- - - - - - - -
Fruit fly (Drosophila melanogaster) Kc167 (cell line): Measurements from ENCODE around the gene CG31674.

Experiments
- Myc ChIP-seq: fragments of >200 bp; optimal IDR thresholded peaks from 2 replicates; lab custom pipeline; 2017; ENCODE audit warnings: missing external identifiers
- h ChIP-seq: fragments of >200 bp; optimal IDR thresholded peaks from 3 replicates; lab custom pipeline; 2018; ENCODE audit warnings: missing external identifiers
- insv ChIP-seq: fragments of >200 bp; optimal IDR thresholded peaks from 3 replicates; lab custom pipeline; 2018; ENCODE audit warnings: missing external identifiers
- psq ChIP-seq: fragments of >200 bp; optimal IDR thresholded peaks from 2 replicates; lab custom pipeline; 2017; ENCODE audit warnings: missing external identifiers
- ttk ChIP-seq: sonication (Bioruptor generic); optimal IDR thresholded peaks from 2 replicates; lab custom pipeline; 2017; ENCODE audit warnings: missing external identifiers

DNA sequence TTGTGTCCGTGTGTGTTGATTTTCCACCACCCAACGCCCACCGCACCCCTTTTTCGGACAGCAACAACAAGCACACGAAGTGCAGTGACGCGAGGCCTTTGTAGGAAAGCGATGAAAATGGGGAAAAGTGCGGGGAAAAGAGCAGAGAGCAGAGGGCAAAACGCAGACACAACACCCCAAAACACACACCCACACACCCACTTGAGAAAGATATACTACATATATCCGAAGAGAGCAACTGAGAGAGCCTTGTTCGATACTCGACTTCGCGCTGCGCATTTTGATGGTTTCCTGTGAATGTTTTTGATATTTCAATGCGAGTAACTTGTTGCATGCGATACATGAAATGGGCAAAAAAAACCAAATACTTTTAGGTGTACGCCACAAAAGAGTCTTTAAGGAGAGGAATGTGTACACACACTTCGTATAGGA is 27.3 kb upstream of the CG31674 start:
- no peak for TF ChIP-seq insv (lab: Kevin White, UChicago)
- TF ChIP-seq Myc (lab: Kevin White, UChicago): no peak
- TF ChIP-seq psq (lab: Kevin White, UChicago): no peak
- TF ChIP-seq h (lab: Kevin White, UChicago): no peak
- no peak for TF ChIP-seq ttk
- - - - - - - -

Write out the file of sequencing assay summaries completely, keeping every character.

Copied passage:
Fruit fly (Drosophila melanogaster) Kc167 (cell line): Measurements from ENCODE around the gene CG31674.

Experiments
- Myc ChIP-seq: fragments of >200 bp; optimal IDR thresholded peaks from 2 replicates; lab custom pipeline; 2017; ENCODE audit warnings: missing external identifiers
- h ChIP-seq: fragments of >200 bp; optimal IDR thresholded peaks from 3 replicates; lab custom pipeline; 2018; ENCODE audit warnings: missing external identifiers
- insv ChIP-seq: fragments of >200 bp; optimal IDR thresholded peaks from 3 replicates; lab custom pipeline; 2018; ENCODE audit warnings: missing external identifiers
- psq ChIP-seq: fragments of >200 bp; optimal IDR thresholded peaks from 2 replicates; lab custom pipeline; 2017; ENCODE audit warnings: missing external identifiers
- ttk ChIP-seq: sonication (Bioruptor generic); optimal IDR thresholded peaks from 2 replicates; lab custom pipeline; 2017; ENCODE audit warnings: missing external identifiers

DNA sequence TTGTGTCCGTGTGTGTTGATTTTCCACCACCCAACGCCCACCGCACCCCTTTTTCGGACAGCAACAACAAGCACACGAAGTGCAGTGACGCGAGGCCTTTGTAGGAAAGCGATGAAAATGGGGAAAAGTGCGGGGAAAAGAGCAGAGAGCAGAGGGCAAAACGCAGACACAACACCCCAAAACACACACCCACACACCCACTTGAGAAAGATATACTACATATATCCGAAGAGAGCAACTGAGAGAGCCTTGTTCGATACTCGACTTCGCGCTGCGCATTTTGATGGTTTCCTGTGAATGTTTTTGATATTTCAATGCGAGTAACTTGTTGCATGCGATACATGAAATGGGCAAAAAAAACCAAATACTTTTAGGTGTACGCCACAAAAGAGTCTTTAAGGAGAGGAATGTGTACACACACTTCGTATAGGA is 27.3 kb upstream of the CG31674 start:
- no peak for TF ChIP-seq insv (lab: Kevin White, UChicago)
- TF ChIP-seq Myc (lab: Kevin White, UChicago): no peak
- TF ChIP-seq psq (lab: Kevin White, UChicago): no peak
- TF ChIP-seq h (lab: Kevin White, UChicago): no peak
- no peak for TF ChIP-seq ttk